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Carpenters in Medieval London c. 1240 – c. 1540

Carpenters in Medieval London c. 1240 – c. 1540

By Doreen Sylvia Leach

PhD dissertation, Royal Holloway, University of London, 2017

British Library MS Oriental 5024 f. 184v

Abstract: Carpenters in medieval London have not previously been the focus of sustained research, either as a group, or as individuals. This thesis contributes fresh understanding to our perspective on London in the later Middle Ages by providing new information about this lesser known craft.

The period chosen for review is a wide one starting from when carpenters first began to appear in official records and concluding on the eve of the Reformation and the English Renaissance, both of which were to have a profound impact on the style of, and the demand for, structures made from wood, and on the work available to carpenters.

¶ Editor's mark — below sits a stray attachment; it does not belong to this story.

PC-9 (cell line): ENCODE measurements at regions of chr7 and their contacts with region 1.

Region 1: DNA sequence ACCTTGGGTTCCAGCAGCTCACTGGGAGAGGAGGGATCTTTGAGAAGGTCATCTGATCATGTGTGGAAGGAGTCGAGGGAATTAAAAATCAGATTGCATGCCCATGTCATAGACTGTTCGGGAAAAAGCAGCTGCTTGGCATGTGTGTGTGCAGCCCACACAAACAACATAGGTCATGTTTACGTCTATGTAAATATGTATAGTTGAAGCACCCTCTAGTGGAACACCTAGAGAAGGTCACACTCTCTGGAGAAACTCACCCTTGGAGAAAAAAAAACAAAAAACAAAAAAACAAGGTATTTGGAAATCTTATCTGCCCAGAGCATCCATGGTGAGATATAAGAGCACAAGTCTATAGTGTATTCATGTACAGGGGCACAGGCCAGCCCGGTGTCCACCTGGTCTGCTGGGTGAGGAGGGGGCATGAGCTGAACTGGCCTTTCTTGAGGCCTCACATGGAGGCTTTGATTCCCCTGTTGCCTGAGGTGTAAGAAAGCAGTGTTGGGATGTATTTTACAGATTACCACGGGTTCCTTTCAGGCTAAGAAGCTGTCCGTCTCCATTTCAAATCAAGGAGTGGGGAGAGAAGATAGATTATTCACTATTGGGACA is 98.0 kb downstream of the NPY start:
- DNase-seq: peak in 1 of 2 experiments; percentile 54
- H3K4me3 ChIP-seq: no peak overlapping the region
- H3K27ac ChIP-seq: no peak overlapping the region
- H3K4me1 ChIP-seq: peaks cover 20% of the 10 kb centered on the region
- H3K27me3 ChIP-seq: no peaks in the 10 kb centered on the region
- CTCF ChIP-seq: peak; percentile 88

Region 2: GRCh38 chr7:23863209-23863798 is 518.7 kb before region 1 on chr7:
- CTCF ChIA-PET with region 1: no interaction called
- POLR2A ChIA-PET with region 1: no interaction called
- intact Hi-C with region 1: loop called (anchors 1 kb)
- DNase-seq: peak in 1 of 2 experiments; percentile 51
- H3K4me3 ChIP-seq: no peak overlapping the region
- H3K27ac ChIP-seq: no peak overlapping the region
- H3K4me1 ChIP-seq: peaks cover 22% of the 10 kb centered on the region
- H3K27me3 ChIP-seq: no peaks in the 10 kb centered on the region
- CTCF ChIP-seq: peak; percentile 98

The thesis starts with a consideration of the current state of knowledge about medieval carpenters. The central role carpentry played in the lives of all medieval people will be emphasised. The second chapter includes an evaluation of the ambivalent evidence for carpenters as an organised craft before the fifteenth century. It will show that the city authorities were happy to make use of the specialist knowledge of some carpenters to assist in enforcing civic regulations relating to the urban environment but that, on the whole, these craftsmen (along with other building workers) were seen as needing to be kept under firm control to maintain order in society.


The next two chapters take forward discussion of the organisation of the craft into the fifteenth and sixteenth centuries and consider the activities of the newly formed company. The range of work undertaken by carpenters and the way in which they obtained their primary source material, timber, will be the focus of the fifth chapter. The following chapter will consider the religious life of these craftsmen and the final chapter will place carpenters and their families in their social and economic context within medieval London.

Click here to read this dissertation from Royal Holloway

 

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